Purchase price: $37.25

    Monitor & keyboard

    To setup the initial operating system for the Raspberry Pi, I used a monitor and a combined keyboard/mouse I already had.

    Once installed, I didn't use the monitor or keyboard.

    SSH or RDP

    After setting up the operating system, I enabled SSH. This is great for quick remote bash sessions or SCP file transfer.

    Because I am a graphically-driven person, I also enabled RDP through xrdp so I could use my favorite Remote Desktop Protocol client.

    If you would rather use a graphical UI remotely, you can install xrdp on the Raspberry Pi after installing the operating system using this command:

    $ sudo apt-get install xrdp

    Assemble Raspberry Pi with Sense HAT

    Before I installed the operating system, I went ahead and installed the Sense HAT. The Sense HAT sits on top of the Raspberry Pi making use of GPIO pins, so all you need to do is line up the pins and push the Sense HAT down on top of the Raspberry Pi.

    Raspberry Pi with Sense HAT

    Since the Sense HAT makes use of all the pins in a planned way, we will be able to use the Sense HAT SDKs in various languages without needing to directly manage the connections.

    As mentioned earlier, after installing the Sense HAT, you may notice that the top of the case does not fit. For development purposes, this may be fine, but if you want to use this in a production capacity, it is recommended to put the Raspberry Pi in a case.

    Raspberry Pi and Sense HAT assembled with power and ethernet

    Install Raspberry Pi OS

    In order to use the brand new Raspberry Pi, an operating system must be installed. There are plenty of options available on the internet; however, One of the benefits of the kit is it comes with an operating system installer on the included micro SD card.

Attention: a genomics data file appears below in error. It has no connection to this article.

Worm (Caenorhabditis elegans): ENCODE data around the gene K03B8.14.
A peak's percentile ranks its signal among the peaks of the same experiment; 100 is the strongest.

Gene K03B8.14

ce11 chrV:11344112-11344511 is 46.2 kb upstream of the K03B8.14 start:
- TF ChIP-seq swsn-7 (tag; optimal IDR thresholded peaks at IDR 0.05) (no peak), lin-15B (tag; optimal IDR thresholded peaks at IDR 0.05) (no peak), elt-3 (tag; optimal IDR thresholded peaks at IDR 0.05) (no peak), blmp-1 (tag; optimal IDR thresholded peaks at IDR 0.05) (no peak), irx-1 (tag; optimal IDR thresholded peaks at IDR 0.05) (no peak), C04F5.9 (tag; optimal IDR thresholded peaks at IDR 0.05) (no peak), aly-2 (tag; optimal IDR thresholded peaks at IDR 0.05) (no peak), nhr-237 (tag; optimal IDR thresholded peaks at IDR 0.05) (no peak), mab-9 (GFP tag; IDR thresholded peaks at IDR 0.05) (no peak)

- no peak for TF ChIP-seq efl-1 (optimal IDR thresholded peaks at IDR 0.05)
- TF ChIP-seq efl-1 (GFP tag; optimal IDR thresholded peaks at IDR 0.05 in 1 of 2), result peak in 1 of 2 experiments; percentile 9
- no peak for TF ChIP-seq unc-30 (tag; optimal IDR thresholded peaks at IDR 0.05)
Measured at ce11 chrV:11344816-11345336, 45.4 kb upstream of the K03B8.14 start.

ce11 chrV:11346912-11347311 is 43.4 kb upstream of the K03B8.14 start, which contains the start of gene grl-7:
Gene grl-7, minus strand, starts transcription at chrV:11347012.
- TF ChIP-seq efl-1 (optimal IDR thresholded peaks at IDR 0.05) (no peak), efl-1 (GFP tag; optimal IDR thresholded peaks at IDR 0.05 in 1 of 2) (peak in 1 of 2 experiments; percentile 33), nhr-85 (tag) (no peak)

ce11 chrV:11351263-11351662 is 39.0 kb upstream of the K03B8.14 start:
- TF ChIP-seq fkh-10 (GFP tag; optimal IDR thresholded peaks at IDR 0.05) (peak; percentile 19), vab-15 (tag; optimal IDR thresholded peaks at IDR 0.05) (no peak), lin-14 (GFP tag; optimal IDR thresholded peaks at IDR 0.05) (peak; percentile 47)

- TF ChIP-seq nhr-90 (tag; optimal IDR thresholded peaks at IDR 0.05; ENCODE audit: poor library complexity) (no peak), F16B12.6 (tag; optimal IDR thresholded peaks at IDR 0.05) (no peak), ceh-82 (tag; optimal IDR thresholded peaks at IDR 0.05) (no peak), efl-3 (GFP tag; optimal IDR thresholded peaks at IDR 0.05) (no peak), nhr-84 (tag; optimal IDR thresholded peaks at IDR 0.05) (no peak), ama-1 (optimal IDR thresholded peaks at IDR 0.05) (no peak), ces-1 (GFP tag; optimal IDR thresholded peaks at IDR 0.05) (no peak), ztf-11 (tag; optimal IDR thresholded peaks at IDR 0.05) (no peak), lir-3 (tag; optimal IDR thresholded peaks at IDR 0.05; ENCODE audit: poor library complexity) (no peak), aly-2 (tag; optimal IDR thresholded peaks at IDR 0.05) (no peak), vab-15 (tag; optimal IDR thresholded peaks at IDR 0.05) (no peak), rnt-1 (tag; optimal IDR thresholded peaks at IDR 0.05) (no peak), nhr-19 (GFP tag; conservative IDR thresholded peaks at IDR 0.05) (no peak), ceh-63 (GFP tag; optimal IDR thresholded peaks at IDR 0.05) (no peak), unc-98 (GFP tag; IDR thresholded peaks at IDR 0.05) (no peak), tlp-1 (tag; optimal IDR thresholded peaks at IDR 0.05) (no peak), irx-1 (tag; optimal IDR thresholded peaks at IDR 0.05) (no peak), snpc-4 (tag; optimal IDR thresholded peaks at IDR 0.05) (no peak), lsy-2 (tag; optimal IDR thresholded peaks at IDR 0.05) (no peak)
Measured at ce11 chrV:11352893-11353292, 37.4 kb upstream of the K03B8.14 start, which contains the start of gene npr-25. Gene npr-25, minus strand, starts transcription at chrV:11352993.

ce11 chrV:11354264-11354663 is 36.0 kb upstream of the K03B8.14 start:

After inserting the micro SD card, plugging in the keyboard/mouse USB dongle, and plugging in the monitor HDMI cable, I powered on the Raspberry Pi. One of the preloaded OS installers was Raspbian, a Debian  based Linux distribution. This is more than efficient for what we need to do, but you're welcome to pick the operating system that suites your needs.

    Simply follow the on-screen instructions, and you'll be ready to go.

    Moving forward, I'll assume you're logged in to your Raspberry Pi either directly with a monitor, keyboard, and mouse, or with an SSH or RDP session.

    Sense HAT Getting Started

    I was new to using the Sense HAT, so I went looking for getting started material. Immediately, I noticed a Getting Started  page that walks through the various capabilities of the Sense HAT by using the Python SDK. It is very straight forward.

    If you want to bypass the getting started guide, you could simply install the Sense HAT library  and continue on.

    $ sudo apt-get update
    $ sudo apt-get install sense-hat
    $ sudo reboot

    Healthy Status

    To get things rolling, I'll start by setting the LED color to a "healthy" one. You can match this color with one of your statuses if you'd like. I chose a blue color to better accommodate color-blindness, but a green color is often used as well.

    $ nano ./andon.py
    from sense_hat import SenseHat
    
    sense = SenseHat()
    
    healthy_status = (3, 169, 244)
    
    def set_color(color):
      # 8x8 grid on SenseHat
      cells = 64
    
      pixels = []
      for x in range(cells):
        pixels.append(color)
      sense.set_pixels(pixels)
    
    set_color(healthy_status)
    
    $ python ./andon.py

    After running this script, I saw the lights turn on to the blue color. Great success.

    Raspberry Pi with blue andon color on Sense HAT

    Now that the Sense HAT is working, I will move on setting up my Pingum organization.

    Tagging

    There are various ways to structure your data in Pingum. In my organization's event settings, I'm going to use a tag category of "Devices" and will create a tag for this Raspberry Pi.

    Tag category of Devices and Tags of Raspberry Pi 4 and others

    The idea would be to create a tag for each station location I want an andon light stack located and assign that location to its own Raspberry Pi device. Based on this tag, I can use the search API to find all active events with this tag.